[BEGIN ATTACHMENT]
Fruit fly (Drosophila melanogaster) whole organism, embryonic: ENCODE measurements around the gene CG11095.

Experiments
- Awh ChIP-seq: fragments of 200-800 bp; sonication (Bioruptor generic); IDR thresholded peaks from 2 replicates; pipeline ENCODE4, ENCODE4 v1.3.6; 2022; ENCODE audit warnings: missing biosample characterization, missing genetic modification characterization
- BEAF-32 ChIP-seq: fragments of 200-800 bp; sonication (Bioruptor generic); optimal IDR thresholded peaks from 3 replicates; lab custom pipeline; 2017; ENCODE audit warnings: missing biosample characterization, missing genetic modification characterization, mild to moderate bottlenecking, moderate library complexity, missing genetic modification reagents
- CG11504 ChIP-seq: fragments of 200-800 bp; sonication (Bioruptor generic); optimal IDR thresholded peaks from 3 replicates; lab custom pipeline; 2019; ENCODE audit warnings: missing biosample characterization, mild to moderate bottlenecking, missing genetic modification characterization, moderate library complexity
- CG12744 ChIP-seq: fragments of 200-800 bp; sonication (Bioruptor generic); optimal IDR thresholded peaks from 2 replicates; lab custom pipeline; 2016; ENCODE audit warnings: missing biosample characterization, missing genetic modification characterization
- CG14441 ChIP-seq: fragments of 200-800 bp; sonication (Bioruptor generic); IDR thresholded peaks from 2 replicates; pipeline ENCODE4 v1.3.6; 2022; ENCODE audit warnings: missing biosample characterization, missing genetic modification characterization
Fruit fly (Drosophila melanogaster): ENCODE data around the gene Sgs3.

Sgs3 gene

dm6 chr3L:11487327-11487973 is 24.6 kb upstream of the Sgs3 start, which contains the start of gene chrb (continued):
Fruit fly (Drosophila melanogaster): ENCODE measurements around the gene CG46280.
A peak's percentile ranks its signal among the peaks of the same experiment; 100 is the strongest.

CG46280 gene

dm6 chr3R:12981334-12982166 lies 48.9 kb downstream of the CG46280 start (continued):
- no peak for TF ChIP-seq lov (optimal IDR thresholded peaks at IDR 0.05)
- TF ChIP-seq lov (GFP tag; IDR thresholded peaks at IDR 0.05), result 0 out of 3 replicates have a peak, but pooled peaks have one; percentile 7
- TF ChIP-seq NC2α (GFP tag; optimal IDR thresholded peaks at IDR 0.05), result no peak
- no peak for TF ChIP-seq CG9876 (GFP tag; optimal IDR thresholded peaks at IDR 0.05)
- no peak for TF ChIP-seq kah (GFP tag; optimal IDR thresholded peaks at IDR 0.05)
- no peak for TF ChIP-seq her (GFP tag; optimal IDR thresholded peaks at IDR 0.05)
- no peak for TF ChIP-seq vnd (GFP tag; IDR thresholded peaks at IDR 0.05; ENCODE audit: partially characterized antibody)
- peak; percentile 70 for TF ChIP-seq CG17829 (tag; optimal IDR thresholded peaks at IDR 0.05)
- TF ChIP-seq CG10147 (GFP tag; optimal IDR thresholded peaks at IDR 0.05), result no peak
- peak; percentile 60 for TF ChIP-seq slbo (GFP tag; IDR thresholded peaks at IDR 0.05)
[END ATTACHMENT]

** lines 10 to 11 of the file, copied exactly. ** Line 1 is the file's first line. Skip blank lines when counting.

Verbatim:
dm6 chr3L:11487327-11487973 is 24.6 kb upstream of the Sgs3 start, which contains the start of gene chrb (continued):
Fruit fly (Drosophila melanogaster): ENCODE measurements around the gene CG46280.